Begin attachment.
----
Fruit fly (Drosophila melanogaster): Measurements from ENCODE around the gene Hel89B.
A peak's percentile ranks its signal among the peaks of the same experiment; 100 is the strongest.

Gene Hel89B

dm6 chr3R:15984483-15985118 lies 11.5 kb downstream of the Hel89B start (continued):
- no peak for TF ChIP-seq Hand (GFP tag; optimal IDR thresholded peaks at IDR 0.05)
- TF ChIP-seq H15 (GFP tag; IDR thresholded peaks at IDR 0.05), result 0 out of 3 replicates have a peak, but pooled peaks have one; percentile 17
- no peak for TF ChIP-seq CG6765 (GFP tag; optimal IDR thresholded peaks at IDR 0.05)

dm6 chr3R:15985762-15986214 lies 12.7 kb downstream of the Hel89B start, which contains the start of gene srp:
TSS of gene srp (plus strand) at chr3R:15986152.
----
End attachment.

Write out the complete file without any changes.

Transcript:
Fruit fly (Drosophila melanogaster): Measurements from ENCODE around the gene Hel89B.
A peak's percentile ranks its signal among the peaks of the same experiment; 100 is the strongest.

Gene Hel89B

dm6 chr3R:15984483-15985118 lies 11.5 kb downstream of the Hel89B start (continued):
- no peak for TF ChIP-seq Hand (GFP tag; optimal IDR thresholded peaks at IDR 0.05)
- TF ChIP-seq H15 (GFP tag; IDR thresholded peaks at IDR 0.05), result 0 out of 3 replicates have a peak, but pooled peaks have one; percentile 17
- no peak for TF ChIP-seq CG6765 (GFP tag; optimal IDR thresholded peaks at IDR 0.05)

dm6 chr3R:15985762-15986214 lies 12.7 kb downstream of the Hel89B start, which contains the start of gene srp:
TSS of gene srp (plus strand) at chr3R:15986152.